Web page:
"A seizure that is justified solely by the interest in issuing a warning ticket to the driver can become unlawful if it is prolonged beyond the time reasonably required to complete that mission," the high court ruled.

Gregory argued further that past supreme court precedent has found fifteen minutes to be an excessive delay. He also cited testimony from Metropolitan Transportation Authority Officer Vincent Edwards who saw no air fresheners and smelled no particular odor from the vehicle. Edwards had brought the drug dog and was on the look out for air fresheners specifically because they caused his dog to give a false positive response on several occasions.

"Officer Edwards's testimony clearly contradicted that of Officer White," Judge Gregory wrote. "In sum, there is insufficient evidence to establish the presence of air fresheners and at the very least there was evidence that called into question Officer White's wavering testimony in this regard. Given that most people are nervous when pulled over by police officers, Officer White's observation that the defendant seemed nervous in conjunction with the defendant's reputation as a drug dealer does not in my opinion rise to the level of reasonable articulable suspicion that would justify a thirty minute detention during a routine traffic incident."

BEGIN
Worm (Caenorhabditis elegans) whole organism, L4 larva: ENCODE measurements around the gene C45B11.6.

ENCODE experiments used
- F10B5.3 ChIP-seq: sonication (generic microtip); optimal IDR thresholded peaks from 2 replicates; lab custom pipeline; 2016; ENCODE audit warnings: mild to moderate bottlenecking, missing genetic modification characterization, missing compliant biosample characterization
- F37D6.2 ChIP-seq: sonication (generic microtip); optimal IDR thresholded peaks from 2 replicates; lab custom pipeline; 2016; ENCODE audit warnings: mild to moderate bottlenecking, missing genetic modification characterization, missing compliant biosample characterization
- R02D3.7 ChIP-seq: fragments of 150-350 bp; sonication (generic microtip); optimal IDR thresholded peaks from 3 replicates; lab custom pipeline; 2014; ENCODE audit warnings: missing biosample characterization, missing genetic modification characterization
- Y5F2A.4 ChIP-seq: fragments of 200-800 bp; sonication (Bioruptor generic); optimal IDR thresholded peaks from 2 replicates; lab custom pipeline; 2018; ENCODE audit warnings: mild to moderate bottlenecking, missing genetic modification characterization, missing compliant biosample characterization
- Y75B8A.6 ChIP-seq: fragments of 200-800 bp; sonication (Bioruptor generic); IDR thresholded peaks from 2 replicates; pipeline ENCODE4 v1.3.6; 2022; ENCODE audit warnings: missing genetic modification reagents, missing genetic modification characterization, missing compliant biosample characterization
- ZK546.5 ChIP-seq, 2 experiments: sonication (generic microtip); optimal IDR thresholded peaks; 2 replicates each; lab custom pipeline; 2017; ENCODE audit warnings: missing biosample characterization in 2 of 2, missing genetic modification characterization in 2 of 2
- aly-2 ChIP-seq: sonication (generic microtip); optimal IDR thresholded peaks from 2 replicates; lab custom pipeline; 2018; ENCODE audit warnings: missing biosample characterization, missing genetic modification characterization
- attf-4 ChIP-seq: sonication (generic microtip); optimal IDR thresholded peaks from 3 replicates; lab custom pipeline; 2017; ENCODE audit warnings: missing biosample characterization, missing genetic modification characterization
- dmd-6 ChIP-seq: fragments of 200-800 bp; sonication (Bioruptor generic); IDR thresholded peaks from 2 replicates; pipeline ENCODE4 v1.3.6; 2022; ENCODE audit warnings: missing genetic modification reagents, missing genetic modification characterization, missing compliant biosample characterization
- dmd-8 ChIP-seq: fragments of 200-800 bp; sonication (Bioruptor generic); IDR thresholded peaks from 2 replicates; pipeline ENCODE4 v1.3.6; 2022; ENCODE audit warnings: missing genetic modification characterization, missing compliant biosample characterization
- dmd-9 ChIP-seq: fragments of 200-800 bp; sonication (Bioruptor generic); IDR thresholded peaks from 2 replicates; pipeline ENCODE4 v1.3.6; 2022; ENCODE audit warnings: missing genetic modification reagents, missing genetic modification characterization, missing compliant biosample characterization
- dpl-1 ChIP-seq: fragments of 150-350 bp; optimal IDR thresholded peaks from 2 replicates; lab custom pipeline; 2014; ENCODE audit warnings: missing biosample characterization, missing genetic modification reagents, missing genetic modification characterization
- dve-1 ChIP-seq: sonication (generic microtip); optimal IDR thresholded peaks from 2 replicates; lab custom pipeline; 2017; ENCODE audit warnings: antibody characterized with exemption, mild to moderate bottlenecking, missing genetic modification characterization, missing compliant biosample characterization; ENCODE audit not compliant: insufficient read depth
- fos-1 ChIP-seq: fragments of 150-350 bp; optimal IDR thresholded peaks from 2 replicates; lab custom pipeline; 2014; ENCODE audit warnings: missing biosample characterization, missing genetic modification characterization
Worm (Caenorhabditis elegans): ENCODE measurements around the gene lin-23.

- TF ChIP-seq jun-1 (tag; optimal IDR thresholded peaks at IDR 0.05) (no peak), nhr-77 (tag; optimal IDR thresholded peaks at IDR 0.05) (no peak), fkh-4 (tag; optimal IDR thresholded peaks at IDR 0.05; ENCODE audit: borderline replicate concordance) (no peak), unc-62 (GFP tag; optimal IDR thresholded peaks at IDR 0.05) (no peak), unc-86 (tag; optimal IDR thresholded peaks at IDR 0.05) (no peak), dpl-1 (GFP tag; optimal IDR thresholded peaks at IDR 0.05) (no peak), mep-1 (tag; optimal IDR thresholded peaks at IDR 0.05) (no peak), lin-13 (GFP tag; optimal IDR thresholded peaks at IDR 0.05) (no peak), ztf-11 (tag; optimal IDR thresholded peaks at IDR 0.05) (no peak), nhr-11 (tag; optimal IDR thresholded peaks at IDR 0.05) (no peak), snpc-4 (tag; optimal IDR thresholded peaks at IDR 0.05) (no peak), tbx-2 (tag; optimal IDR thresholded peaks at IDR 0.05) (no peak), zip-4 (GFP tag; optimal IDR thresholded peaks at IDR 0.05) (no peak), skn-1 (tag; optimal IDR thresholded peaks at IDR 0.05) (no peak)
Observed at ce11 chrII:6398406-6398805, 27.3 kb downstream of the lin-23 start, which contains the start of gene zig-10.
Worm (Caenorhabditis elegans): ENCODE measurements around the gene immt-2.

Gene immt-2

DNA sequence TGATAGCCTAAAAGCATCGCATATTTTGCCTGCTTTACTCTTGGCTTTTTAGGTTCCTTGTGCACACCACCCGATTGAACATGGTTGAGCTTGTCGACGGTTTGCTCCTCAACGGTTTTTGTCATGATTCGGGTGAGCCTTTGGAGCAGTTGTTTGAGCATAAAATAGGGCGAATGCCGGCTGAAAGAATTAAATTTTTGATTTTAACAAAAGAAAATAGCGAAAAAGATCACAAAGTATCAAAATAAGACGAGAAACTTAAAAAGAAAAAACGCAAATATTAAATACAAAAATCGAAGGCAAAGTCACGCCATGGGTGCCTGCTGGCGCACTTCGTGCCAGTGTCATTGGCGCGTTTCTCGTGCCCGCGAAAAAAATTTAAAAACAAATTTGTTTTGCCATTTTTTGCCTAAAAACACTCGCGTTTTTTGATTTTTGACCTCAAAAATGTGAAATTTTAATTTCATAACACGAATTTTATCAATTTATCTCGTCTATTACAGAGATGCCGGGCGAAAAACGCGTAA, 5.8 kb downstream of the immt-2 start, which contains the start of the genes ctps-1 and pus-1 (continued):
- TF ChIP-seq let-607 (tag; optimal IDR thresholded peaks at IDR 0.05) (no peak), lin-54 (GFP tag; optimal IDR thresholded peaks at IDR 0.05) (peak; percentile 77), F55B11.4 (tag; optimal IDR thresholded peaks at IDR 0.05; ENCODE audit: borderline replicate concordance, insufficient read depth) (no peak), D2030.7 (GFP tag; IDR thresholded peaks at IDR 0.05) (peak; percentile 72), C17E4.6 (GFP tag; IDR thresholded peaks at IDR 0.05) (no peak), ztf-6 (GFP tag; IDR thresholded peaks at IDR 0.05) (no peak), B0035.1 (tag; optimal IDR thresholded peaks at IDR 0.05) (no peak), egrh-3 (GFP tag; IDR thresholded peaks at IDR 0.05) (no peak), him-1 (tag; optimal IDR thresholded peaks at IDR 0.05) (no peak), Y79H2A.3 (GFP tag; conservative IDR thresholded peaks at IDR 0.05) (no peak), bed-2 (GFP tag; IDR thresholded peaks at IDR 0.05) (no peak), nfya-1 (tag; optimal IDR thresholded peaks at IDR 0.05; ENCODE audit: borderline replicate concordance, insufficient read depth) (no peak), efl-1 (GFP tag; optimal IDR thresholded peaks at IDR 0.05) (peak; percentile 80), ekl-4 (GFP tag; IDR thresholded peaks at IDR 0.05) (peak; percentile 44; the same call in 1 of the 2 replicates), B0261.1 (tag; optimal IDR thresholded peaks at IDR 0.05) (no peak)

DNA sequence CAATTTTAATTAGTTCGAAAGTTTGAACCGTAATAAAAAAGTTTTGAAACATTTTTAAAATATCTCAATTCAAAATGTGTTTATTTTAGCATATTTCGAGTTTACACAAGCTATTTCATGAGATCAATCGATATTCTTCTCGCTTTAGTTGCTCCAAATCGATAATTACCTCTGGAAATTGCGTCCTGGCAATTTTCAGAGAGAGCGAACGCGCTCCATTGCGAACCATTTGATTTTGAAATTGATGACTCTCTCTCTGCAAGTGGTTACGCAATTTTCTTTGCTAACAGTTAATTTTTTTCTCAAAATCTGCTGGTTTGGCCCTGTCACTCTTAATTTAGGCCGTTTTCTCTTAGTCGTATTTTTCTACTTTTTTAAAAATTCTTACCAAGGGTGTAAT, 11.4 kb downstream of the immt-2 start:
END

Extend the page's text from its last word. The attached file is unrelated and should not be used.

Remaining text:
Judge Gregory failed to persuade his colleagues and the court upheld Branch's conviction. White's search had found cocaine base and a digital scale in a locked glove compartment. Crack cocaine and a gun were also found hidden in the back of the car. Branch was sentenced to twenty-five years in jail for multiple offenses.

Details (PDF)


Posted by Gliscameria on 2008-08-25 17:28:02
I'm not a big fan of air conditioning. Can I get detained because I ride around with my windows down in the dead heat of summer in a rental with perfectly functioning AC?

I mean, rental car, out of state, lots of luggage, probably slightly glassy eyed from flying, most likely agitated and in a hurry... screw being detained, it sounds like I could get convicted for that!
Posted by Chnage Name for Anon Posting on 2008-09-01 18:52:45
I dunno, there is def more to the story than this (i.e. he ws under investigation for dealing and had dealt to cops 2x in 2004 and was not charged yet). It's taken 30 mins for a cop to give me a ticket before (in the south - they are slow).

The air freshener isn't reported in the court docs... all in all - I'd give it to the man in this case. Still, I'm not driving with my windows down when I have a/c!!!!!!
Posted by k9 cop on 2009-11-17 00:12:15
Edwards K9 dog has never, I REPEAT NEVER false alerted to air freshners. In fact he has used air freshners in training scenerios to validate whether it would cause a false alert and has never. If in fact, if the dog would false alert to air freshners why would drug dealers use them? To have a dog alert to them and search the vehicle to find what they were trying to mask in the first place. Get your facts of this case right